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African ownership of development projects key to their success, ECOSOC told

African ownership of development projects key to their success, ECOSOC told

As the United Nations Economic and Social Council (ECOSOC) moved into its third day of high-level debate on African economic advancement and poverty eradication, government officials today emphasized that African "ownership" of development programmes was vital to the lasting success of these activities.

Several speakers at this morning's session noted that it was timely that the Organization of African Unity (OAU) last week in Lusaka adopted a New African Initiative, which underscored the need for development projects to be conceived and run by Africans. The Initiative also called for increased financial support by the international community for these efforts as well as the elimination of trade barriers and reduction of the foreign debt of Africa's least-developed nations.

Many government representatives at the forum also underscored the urgency of addressing such problems as the HIV/AIDS epidemic and external debt.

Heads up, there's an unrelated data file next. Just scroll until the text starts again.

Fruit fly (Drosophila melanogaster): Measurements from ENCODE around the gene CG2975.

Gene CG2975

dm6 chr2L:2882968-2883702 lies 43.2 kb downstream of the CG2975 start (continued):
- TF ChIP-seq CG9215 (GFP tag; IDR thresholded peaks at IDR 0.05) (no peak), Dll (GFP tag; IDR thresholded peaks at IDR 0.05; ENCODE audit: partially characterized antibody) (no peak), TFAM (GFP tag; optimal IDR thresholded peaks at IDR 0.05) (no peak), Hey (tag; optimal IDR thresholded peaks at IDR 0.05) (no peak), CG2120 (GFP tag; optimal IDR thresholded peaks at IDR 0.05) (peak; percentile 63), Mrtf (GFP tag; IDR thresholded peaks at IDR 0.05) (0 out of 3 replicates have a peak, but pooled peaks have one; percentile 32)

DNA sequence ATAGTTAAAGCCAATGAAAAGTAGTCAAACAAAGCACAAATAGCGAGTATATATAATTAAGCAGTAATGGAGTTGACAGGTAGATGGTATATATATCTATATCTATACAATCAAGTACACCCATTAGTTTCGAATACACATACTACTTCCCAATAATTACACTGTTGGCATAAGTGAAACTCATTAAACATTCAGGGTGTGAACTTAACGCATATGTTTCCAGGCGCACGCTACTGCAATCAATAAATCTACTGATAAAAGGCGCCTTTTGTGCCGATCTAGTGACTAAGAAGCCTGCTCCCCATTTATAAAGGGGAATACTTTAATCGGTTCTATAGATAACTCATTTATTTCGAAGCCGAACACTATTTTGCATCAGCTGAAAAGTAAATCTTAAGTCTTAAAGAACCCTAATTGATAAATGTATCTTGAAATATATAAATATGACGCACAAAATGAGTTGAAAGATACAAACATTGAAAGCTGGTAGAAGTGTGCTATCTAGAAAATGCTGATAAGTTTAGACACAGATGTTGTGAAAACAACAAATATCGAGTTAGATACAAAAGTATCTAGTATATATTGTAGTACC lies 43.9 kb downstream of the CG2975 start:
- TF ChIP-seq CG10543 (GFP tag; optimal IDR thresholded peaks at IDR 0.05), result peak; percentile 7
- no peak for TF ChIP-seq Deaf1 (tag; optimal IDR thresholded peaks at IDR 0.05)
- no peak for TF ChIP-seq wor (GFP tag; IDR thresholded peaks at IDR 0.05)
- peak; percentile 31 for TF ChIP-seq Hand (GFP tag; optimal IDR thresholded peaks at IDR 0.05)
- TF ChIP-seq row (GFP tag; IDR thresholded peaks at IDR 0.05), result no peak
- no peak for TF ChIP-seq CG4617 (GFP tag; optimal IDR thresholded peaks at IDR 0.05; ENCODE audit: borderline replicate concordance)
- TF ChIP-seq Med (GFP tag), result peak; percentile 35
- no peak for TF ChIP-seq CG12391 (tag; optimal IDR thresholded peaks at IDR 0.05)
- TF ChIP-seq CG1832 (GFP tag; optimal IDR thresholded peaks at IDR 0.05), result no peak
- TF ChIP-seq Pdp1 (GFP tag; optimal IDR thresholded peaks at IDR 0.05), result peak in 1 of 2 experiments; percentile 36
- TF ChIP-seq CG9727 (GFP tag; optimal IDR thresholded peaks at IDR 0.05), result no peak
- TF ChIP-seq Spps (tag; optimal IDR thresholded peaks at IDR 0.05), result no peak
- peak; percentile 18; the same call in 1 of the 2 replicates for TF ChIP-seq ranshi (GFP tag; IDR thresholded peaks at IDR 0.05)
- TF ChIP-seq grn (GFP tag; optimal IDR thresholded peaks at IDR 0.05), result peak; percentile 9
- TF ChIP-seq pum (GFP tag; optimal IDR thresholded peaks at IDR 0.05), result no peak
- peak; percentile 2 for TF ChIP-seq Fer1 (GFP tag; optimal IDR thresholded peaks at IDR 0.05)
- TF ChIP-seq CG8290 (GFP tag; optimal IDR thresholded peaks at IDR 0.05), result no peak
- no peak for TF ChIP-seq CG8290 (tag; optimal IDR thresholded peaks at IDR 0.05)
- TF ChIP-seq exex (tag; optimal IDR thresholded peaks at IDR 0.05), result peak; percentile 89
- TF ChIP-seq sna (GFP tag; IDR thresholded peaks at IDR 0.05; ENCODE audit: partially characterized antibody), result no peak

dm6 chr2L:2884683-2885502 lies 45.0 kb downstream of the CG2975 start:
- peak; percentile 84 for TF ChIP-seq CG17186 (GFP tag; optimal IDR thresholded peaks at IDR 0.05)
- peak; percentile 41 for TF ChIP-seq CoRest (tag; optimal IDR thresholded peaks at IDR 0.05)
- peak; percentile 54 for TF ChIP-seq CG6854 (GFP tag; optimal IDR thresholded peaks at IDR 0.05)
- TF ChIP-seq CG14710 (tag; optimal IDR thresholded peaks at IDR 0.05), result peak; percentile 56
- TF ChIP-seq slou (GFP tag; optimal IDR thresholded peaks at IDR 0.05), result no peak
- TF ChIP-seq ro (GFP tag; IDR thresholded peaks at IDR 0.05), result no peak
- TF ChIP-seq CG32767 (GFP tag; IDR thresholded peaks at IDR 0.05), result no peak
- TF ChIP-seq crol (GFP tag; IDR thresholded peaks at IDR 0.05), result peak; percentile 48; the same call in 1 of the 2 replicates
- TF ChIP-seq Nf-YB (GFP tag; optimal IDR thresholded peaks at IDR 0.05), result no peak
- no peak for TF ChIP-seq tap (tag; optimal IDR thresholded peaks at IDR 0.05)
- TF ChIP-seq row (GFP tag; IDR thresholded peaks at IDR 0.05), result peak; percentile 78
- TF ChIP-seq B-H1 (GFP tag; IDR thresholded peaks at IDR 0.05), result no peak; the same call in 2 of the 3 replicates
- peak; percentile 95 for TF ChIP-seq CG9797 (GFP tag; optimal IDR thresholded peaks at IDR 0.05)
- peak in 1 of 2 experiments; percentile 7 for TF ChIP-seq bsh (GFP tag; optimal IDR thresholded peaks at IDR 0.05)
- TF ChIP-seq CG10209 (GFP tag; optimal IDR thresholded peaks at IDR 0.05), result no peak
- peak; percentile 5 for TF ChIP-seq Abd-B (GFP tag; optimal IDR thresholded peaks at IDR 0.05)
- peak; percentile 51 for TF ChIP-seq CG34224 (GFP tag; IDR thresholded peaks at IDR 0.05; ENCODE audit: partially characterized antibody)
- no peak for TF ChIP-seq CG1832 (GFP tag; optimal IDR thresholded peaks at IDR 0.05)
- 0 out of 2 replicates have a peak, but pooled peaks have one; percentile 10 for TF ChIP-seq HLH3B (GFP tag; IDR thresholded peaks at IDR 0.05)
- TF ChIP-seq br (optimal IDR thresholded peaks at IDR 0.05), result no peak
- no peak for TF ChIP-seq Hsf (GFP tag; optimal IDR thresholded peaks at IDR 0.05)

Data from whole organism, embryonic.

These concerns were echoed by officials from UN agencies. N. Tijani-Serpos, Assistant Director-General for the Africa Department of the UN Educational, Scientific, and Cultural Organization (UNESCO), said the proliferation of uncoordinated programmes and action plans developed by the international community had largely remained ineffective and unfulfilled. The New African Initiative just adopted by the OAU Summit showed that the leadership and vision for sustainable development existed through following the "African way."

Ebrahim Samba, Regional Director for Africa of the World Health Organization (WHO), said the continent was facing the greatest burden of disease in its history. In addition to the HIV/AIDS pandemic, infectious disease in Africa continued to devastate the continent, already plagued by war, conflict, natural disasters and the pressure of 10 million refugees and 30 million internally displaced persons. The health crisis in Africa was the single most important barrier to all socio-economic development on the continent and the greatest obstacle to any progress or hope for the future of its peoples, he said.